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Safety and Tolerability of Combinations of Empagliflozin and Linagliptin in Patients with Type 2 Diabetes: Pooled Data from Two Randomized Controlled Trials

Abstract

Introduction

Two 52-week Phase III studies evaluated the efficacy and safety of once-daily combinations of empagliflozin/linagliptin as monotherapy or add-on to metformin in patients with type 2 diabetes (T2DM). The aim of this analysis was to further assess the safety and tolerability of empagliflozin/linagliptin compared with their individual components in patients with T2DM, using pooled data from these trials.

Methods

A total of 1363 patients were treated with empagliflozin 25 mg/linagliptin 5 mg (n = 273), empagliflozin 10 mg/linagliptin 5 mg (n = 272), empagliflozin 25 mg (n = 276), empagliflozin 10 mg (n = 275), or linagliptin 5 mg (n = 267). Adverse events (AEs) were assessed descriptively in patients who took ≥ 1 dose of study drug.

Results

Total exposure was 251, 255, 256, 249, and 243 patient-years in the empagliflozin 25 mg/linagliptin 5 mg, empagliflozin 10 mg/linagliptin 5 mg, empagliflozin 25 mg, empagliflozin 10 mg, and linagliptin 5 mg groups, respectively. The proportion of patients with ≥ 1 AE was similar across groups (70.4–74.9%). The percentage of patients with confirmed hypoglycemic AEs (plasma glucose ≤ 70 mg/dL and/or requiring assistance) was low in all groups (1.1–2.2%); none required assistance. Events consistent with urinary tract infection were reported in similar percentages of patients in all groups (11.4–13.8%), and in a greater proportion of female than male patients. Events consistent with genital infection were reported in higher percentages of patients on empagliflozin/linagliptin or empagliflozin (4.0–6.5%) than linagliptin 5 mg (2.6%), and in a greater proportion of females than males. The risks of hypersensitivity reactions and events consistent with volume depletion were low across treatment groups.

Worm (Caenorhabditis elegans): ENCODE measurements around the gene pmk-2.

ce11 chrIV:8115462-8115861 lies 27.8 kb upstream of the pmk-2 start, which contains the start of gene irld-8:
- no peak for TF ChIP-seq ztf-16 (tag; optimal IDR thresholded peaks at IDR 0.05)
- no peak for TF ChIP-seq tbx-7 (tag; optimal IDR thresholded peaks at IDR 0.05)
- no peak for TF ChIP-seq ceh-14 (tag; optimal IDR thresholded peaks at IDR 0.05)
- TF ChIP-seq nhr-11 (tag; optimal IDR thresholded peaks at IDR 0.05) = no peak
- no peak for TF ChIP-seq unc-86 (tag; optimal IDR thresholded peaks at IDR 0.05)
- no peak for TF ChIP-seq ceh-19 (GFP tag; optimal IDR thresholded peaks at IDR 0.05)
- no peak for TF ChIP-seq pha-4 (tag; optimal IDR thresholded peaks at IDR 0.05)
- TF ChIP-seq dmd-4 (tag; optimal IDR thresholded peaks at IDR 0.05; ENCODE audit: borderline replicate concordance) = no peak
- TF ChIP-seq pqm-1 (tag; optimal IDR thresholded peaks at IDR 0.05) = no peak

Conclusion

Empagliflozin/linagliptin as monotherapy or add-on to metformin for 52 weeks was well tolerated in patients with T2DM, with safety profiles similar to individual components, including a low risk of hypoglycemia.

Funding

The Boehringer Ingelheim & Eli Lilly and Company Diabetes Alliance.

Trial Registration

ClinicalTrials.gov identifiers, NCT01422876 & NCT01422876.

Introduction

Metformin is recommended as first-line pharmacotherapy for patients with type 2 diabetes (T2DM) in the American Diabetes Association guidelines [1]. While effective initially, metformin treatment alone often fails to maintain glycemic control as T2DM progresses [2,3,4], and additional glucose-lowering therapies, such as sodium glucose cotransporter 2 (SGLT2) inhibitors and dipeptidyl peptidase-4 (DPP-4) inhibitors, are required [1]. Using treatments in combination may be preferred to sequential addition for reasons including simplification of drug dosing regimen, reduced pill burden and increased treatment adherence [5,6,7].

Inhibition of SGLT2 in patients with T2DM reduces renal glucose reabsorption, thereby increasing urinary glucose excretion, leading to a reduction in plasma glucose levels in an insulin-independent manner [8,9,10]. Linagliptin reduces blood glucose in patients with T2DM by preventing degradation of incretin peptides such as glucagon-like peptide 1 (GLP-1), stimulating insulin release and inhibiting glucagon secretion [11]. The efficacy and safety of once-daily combinations of empagliflozin/linagliptin as monotherapy or add-on to metformin in patients with T2DM were assessed in two double-blind 52-week Phase III studies. As add-on to metformin, combinations of empagliflozin 10 or 25 mg with linagliptin 5 mg significantly reduced HbA1c versus the individual components [12]. As initial therapy, empagliflozin 10 mg/linagliptin 5 mg significantly reduced HbA1c versus empagliflozin 10 mg or linagliptin 5 mg, and empagliflozin 25 mg/linagliptin 5 mg significantly reduced HbA1c versus linagliptin 5 mg, but reductions in HbA1c were not significant versus empagliflozin 25 mg [13]. In these trials, the safety profiles of empagliflozin/linagliptin were similar to the known safety profiles of the individual components [12, 13]. We used the large pool of data from these two double-blind trials to conduct a detailed analysis of the safety and tolerability of once-daily combinations of empagliflozin/linagliptin compared with their individual components for 52 weeks in patients with T2DM.